What the surgeon general did

Tobacco control since 1964 has saved eight million lives.

Gregory Nemec

Gregory Nemec

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Fifty years ago, when US Surgeon General Luther Terry released his groundbreaking report on the deadly consequences of tobacco use, he knew it was a bombshell. But the full impact has only now been calculated.

Eight million lives have been saved in the United States as a result of the surgeon general’s warning and the tobacco control measures that flowed from it, according to a Yale School of Public Health study published in the Journal of the American Medical Association. Lead author Theodore R. Holford ’73PhD, professor of biostatistics and a member of the Yale Cancer Center, says the finding grew out of work being done on lung cancer. Using data collected by the National Center for Health Statistics from 1965 to 2009, the team created scenarios that allowed them to consider, says Holford, “what would have happened had there not been tobacco control.”

The report was released on January 11, 1964. That pivotal moment in American public health history led to tobacco control measures including advertising restrictions, higher sales taxes, the surgeon general’s warning on the sides of cigarette packs, and limits on smoking in public.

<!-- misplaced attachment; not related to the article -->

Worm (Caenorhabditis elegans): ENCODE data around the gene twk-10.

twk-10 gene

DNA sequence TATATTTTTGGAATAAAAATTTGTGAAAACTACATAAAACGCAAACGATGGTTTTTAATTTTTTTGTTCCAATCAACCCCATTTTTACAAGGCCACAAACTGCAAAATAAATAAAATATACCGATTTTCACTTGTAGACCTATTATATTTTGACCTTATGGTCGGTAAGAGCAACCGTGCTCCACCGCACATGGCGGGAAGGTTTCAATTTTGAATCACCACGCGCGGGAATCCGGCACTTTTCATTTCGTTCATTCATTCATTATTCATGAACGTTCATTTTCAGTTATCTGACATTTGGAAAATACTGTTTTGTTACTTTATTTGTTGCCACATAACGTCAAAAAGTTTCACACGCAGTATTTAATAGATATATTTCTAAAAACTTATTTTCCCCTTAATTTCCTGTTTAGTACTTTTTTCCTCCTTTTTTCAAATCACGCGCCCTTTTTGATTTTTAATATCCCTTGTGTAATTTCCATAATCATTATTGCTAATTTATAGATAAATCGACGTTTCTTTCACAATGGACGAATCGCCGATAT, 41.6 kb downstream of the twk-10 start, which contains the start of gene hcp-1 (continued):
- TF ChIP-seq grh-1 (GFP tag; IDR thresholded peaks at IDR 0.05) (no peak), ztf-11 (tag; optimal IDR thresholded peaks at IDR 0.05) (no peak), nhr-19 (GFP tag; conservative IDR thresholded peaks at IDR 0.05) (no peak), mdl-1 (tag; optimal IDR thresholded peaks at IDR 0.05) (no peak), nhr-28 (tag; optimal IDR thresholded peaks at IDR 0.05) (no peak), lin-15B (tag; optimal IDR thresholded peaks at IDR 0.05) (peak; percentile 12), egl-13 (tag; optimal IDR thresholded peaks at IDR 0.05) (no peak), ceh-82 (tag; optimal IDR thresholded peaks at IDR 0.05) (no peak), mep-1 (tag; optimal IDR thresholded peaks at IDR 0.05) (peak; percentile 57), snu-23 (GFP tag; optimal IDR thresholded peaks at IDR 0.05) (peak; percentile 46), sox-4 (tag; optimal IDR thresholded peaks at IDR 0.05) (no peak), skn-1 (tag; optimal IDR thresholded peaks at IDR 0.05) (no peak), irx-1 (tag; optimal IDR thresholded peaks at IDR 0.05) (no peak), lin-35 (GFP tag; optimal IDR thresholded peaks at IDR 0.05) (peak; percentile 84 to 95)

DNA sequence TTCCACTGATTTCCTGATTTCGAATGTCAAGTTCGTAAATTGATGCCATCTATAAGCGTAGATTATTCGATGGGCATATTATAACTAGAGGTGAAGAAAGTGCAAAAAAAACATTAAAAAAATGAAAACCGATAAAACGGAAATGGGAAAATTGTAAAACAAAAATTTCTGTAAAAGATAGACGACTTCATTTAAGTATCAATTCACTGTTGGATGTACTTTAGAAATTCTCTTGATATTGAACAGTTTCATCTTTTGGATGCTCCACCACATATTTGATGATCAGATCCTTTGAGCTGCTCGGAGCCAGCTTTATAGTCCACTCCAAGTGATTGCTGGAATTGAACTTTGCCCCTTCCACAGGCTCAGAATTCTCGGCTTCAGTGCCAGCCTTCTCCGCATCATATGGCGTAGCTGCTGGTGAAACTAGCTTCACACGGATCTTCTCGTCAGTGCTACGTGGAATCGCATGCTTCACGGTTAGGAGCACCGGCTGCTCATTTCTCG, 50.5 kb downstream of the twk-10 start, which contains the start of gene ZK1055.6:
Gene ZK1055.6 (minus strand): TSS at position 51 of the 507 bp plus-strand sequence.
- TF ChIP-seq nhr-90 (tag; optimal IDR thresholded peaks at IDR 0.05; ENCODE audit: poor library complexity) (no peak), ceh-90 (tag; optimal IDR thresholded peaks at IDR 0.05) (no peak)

The researchers summarized lifetime smoking histories for groups of people by birth year, back to 1890. They used these histories, along with studies of the mortality risk associated with smoking and national mortality rates, “to tease out death rates for the US by smoking status,” Holford notes. All this enabled the team to consider an alternative history.

The report came about because of growing public concern about the health effects of smoking, explains Holford. The press started pushing President John F. Kennedy to do something, but Kennedy was reluctant. “So he punted; he handed it off to the surgeon general. Terry took the ball and ran with it.” As a result, Holford says, tobacco control is responsible for 30 percent of the increase in US life expectancy* since 1964—more than any other public health or medical measure.


* This sentence has been corrected. Because of an editing error, it originally stated that tobacco control has increased life expectancy by 30 percent since 1964.

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